The Switzerland Tourism media event I attended last night at the Helen Mills Theater in New York City featured a presentation by award-winning National Geographic Traveler photojournalist, Catherine Karnow. With such a visually stunning country to capture, I had assumed the photos that she was going to share of her assignment in Switzerland would be of crystal-clear lakes, picturesque villages, and of course, mountains. Lots of snow-capped, majestic mountains. And that was the gorgeous backdrop of the photos she presented to our group. But what drew us in to those photos were the people — the young cheese-maker who felt he had a "calling" to go to the mountains to make cheese, the woman who drives a postal bus over winding mountain roads and through tiny Swiss villages to Italy every day, and the salesperson showing a customer a $400,000 Patek Philippe watch.

The best photos, Karnow said, should make you want to linger, to learn more. What captivated the audience last night was hearing those simple stories that went with some incredibly scenic photos. Of course, it didn't hurt that sparkling blue lakes, white-capped mountains, and alpine villages were our visuals. But storytelling really is at the heart of every memorable presentation, no matter the meeting's industry or topic. Even if the Matterhorn isn't a backdrop.

Wednesday, April 13, 2011

'Can Meetings Save the World?' Yes.

A terrific cover story by Barbara Palmer in our January issue asked a simple question: "Can Meetings Save the World?" Barbara presented many examples suggesting that the answer is yes -- from PopTech and the Women's Conference to the Creativity World Forum and the Clinton Global Initiative. Here are two more:

High-Level Ministerial Conference on Nuclear Safety: In response to the nuclear disaster resulting from last month's earthquake and tsunami in Japan, the International Atomic Energy Agency (IAEA) is convening a meeting of foreign ministers and nuclear-agency officials in Vienna on June 20-24 -- according to IAEA Director General Yukiya Amano, "to learn the right lessons from what happened on 11 March and afterwards."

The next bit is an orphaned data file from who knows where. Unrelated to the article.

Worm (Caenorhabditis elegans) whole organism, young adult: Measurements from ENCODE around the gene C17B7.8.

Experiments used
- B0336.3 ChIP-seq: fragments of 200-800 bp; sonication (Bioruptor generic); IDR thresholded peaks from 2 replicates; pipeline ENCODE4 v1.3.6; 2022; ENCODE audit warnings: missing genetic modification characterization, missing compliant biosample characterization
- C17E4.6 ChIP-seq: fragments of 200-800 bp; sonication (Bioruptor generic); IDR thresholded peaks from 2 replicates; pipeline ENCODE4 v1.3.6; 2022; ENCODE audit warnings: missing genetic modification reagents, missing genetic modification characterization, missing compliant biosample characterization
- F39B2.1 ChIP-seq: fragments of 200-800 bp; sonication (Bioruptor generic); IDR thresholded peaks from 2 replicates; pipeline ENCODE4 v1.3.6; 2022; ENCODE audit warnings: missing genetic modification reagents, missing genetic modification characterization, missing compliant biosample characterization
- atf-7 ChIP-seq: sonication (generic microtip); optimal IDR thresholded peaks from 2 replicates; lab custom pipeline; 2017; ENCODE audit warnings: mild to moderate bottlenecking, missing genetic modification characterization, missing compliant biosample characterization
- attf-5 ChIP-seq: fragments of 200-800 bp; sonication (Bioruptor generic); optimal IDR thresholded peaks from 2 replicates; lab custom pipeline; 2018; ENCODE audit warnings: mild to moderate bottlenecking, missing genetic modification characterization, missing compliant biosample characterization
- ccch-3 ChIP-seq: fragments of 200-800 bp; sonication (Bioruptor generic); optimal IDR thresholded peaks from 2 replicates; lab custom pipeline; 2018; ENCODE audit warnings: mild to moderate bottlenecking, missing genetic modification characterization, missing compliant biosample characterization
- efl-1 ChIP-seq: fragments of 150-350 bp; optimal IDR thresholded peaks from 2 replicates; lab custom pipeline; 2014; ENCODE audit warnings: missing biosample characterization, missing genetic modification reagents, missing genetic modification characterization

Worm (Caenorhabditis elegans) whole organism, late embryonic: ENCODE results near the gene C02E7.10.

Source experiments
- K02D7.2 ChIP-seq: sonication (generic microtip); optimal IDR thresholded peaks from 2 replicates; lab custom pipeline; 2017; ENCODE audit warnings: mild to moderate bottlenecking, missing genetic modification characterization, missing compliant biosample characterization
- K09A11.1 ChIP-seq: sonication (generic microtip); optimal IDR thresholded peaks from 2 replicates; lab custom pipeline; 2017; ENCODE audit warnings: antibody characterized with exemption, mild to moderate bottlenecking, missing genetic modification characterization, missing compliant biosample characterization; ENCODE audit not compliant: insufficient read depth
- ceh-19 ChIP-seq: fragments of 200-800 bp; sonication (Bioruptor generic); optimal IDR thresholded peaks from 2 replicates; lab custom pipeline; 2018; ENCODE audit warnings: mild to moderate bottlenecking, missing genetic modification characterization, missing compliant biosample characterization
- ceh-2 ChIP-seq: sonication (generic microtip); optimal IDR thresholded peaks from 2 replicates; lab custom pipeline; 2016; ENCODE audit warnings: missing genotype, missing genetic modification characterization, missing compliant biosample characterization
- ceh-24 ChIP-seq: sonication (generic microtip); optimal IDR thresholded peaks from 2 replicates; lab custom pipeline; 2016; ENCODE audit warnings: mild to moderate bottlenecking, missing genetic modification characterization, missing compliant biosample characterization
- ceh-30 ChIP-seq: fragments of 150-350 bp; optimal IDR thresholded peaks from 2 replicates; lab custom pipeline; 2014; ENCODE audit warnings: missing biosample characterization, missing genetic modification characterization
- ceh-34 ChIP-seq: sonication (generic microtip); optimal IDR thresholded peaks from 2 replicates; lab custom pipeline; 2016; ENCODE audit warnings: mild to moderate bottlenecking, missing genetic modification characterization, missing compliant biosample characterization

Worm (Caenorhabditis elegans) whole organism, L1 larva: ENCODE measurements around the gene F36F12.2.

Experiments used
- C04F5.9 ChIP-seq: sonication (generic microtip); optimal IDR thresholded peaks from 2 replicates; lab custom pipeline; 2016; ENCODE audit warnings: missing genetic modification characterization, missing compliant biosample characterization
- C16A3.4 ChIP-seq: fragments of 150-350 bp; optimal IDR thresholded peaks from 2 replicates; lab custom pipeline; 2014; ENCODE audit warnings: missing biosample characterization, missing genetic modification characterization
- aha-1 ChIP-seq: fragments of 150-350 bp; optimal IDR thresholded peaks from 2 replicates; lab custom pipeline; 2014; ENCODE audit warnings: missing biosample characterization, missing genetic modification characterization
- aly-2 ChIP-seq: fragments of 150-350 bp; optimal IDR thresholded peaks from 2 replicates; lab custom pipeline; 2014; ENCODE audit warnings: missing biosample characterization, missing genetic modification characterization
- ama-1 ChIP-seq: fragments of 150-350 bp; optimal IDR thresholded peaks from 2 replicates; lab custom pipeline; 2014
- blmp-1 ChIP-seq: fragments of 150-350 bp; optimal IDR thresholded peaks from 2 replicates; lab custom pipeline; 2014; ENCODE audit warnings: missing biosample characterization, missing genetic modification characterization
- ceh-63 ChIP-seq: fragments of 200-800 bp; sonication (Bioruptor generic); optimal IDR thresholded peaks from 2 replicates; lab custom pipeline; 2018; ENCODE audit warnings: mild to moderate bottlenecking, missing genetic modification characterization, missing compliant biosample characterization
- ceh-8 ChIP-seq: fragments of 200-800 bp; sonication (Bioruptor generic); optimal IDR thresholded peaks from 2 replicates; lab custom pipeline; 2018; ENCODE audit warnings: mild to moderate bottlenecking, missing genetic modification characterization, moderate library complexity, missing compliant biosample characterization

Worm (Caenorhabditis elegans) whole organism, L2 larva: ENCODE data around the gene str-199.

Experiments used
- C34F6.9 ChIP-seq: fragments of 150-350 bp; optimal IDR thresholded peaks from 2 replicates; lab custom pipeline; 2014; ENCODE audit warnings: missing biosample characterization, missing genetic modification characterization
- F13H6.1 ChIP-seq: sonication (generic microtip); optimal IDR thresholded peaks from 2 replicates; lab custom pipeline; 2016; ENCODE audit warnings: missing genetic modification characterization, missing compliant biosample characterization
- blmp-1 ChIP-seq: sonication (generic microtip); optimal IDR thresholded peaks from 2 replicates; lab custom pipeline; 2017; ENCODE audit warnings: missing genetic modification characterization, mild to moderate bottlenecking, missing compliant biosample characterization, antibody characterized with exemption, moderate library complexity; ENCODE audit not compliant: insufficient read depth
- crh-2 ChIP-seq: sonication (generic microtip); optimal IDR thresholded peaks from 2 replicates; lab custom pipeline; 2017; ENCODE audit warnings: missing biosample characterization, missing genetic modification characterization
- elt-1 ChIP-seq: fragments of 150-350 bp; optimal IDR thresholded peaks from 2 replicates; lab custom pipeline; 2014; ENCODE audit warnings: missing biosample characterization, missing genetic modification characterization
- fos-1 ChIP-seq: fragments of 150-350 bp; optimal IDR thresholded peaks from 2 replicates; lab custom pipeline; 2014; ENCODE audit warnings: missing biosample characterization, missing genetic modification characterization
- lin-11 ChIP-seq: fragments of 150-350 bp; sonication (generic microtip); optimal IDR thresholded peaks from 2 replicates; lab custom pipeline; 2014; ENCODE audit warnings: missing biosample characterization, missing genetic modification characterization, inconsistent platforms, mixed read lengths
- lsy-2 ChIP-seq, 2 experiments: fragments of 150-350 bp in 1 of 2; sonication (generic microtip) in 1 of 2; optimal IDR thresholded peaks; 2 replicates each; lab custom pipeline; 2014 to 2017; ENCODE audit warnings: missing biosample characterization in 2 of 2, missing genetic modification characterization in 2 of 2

Fighting Childhood Obesity: Slate magazine's crowdsourcing project -- called The Hive -- uses the collective wisdom of its readers to generate solutions to some of the world's most vexing problems. Capping off an ongoing discussion about childhood obesity, next week Slate and the Cleveland Clinic are hosting an "all-star conversation" with "the top thinkers, scientists, doctors, political leaders, and policymakers in the field" at the Bank of America Conference Center in Cleveland. It seems that vigorous online debate is one thing, but to get really serious about something, you need to talk it over face-to-face.

Friday, April 8, 2011

Themed: Bags of Ice

The satirical newspaper The Onion had a great little story yesterday about the events industry.  The headline?

Lazy Event Planner Throws 'Bags Of Ice'–Themed Party

Too funny.  Here's an excerpt (click the link above for the full story):
Lacking the time, energy, or initiative to prepare anything better, Hollywood-based event planner Frankie Haines spent roughly 20 minutes last week organizing a 'Bags of Ice'–themed celebrity birthday bash. "I figure it makes sense: Parties and bags of ice, those are two things that go together," said Haines, describing his inspiration for the hastily created, half-million-dollar soiree, which will feature five massive columns of ice bags stacked throughout the space, ice bags leading up the driveway, and possibly an ice-bag sculpture centerpiece, "if there's time."
What's the most out-there (or quickly slapped-together) theme you've ever used for an event?

Thursday, April 7, 2011

It All Began With a Tweet ...

I can't get enough of this story about the world's first flight to be initiated via Twitter. In a nutshell, a group of Dutch house music fans successfully lobbied KLM to add a flight from Amsterdam to Miami, so they could attend a music festival. (The flight also has been designated by Guinness World Records as the world's "Highest Altitude Dance Party.")

It's true that the stars lined up to make the flight happen: there was a cohesive dance community with a defined need, and, in KLM, a company that was already committed to using Twitter as a way to better serve customers.

It's a fantastic example of what can come from listening to customers and being open to new ways of doing things. And how a tool like Twitter can supercharge communication.

"When we change the way we communicate," Clay Shirky wrote in Here Comes Everybody: The Power of Organizing Without Organizations, "we change society."